Several weeks ago, I urged Congress to consider funding a domestic battery manufacturing program as part of its multibillion dollar auto industry bailout plan (see “Batteries Not Included”). I just learned that some of the folks in Washington, DC, are not asleep after all.
Several lawmakers are urging their colleagues to include advanced battery manufacturing as part of the $800 billion economic recovery bill that’s expected to be signed into law next month by president-elect Obama.
To learn more, click Battery funds may be in mix
In addition to this news, A123 Systems Inc. (Watertown, MA) just announced that it plans to build several world-class lithium-ion battery manufacturing facilities in the United States. The first assembly plant will be located near Detroit.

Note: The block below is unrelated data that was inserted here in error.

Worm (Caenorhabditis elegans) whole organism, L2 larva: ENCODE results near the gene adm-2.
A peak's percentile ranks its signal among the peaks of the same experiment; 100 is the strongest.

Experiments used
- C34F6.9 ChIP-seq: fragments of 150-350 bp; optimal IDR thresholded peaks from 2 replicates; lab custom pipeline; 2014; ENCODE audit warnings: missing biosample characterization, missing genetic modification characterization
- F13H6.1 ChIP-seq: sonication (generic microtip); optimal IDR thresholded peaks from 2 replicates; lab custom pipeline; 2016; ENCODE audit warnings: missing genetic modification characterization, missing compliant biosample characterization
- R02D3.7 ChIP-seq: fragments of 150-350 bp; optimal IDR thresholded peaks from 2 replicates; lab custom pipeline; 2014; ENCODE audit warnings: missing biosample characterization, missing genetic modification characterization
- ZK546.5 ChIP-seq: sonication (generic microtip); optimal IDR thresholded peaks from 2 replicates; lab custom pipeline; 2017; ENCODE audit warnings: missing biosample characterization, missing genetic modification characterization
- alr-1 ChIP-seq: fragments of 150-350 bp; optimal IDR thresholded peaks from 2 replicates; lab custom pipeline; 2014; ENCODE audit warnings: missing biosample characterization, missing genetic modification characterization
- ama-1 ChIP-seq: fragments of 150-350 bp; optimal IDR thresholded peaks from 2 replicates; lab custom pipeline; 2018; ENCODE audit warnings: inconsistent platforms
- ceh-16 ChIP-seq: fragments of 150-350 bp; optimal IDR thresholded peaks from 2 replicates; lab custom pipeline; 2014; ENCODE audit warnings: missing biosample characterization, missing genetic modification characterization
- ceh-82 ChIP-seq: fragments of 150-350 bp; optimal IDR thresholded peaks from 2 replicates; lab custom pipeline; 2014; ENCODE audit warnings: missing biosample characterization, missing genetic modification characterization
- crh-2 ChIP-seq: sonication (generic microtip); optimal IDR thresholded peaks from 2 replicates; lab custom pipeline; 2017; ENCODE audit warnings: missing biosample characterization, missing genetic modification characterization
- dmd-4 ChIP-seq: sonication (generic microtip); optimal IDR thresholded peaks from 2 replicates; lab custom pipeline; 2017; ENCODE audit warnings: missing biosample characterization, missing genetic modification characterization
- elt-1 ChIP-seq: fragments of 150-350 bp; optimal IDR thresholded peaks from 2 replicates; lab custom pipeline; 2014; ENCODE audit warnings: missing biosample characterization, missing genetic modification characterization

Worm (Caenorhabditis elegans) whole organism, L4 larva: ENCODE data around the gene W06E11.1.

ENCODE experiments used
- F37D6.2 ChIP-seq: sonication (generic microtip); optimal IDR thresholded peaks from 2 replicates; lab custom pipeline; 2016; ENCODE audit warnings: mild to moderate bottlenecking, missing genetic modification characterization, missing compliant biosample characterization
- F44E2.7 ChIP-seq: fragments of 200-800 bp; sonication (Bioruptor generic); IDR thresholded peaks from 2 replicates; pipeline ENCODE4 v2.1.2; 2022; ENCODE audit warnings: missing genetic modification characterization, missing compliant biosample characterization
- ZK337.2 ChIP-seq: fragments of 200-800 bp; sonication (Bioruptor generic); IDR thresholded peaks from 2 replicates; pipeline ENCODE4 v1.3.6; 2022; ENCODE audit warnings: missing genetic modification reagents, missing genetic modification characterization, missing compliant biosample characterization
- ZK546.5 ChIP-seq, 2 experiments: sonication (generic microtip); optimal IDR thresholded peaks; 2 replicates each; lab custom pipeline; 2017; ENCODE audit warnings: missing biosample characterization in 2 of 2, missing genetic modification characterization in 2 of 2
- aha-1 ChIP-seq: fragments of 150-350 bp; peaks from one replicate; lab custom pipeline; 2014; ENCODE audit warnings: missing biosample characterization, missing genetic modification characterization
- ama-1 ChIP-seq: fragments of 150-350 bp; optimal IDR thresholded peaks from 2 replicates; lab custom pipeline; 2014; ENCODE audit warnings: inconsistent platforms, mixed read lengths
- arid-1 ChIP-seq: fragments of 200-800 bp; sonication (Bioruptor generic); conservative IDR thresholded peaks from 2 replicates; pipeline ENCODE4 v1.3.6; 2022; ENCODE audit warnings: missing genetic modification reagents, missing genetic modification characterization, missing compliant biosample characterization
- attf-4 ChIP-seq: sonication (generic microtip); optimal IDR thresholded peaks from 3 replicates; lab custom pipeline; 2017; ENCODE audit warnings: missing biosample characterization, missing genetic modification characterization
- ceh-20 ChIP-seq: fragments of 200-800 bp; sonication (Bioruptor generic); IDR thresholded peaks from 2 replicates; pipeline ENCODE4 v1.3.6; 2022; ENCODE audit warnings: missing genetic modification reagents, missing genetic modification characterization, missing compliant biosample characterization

The company has submitted an application under the U.S. Department of Energy’s Advanced Technology Vehicles Manufacturing Incentive Program to qualify for more than $1.8 billion in loans to fund its ambitious mass-production effort.
“If A123’s application is approved, this program would enable [us] to dramatically expand production capacity in the United States,” says David Vieau, A123’s president and CEO. He claims that the plan, which could create more than 14,000 new jobs, would enable A123 to supply battery systems for 5 million hybrid vehicles or 500,000 plug-in electric vehicles per year by 2013.
“We’re entering an exciting new phase for the automotive industry where we increase the electrification of vehicles, reducing consumption of gasoline through advanced batteries,” Vieau points out. “This new facility would greatly accelerate this change and help ensure that the American economy replaces its dependence on foreign oil with reliance on advanced, homegrown batteries.”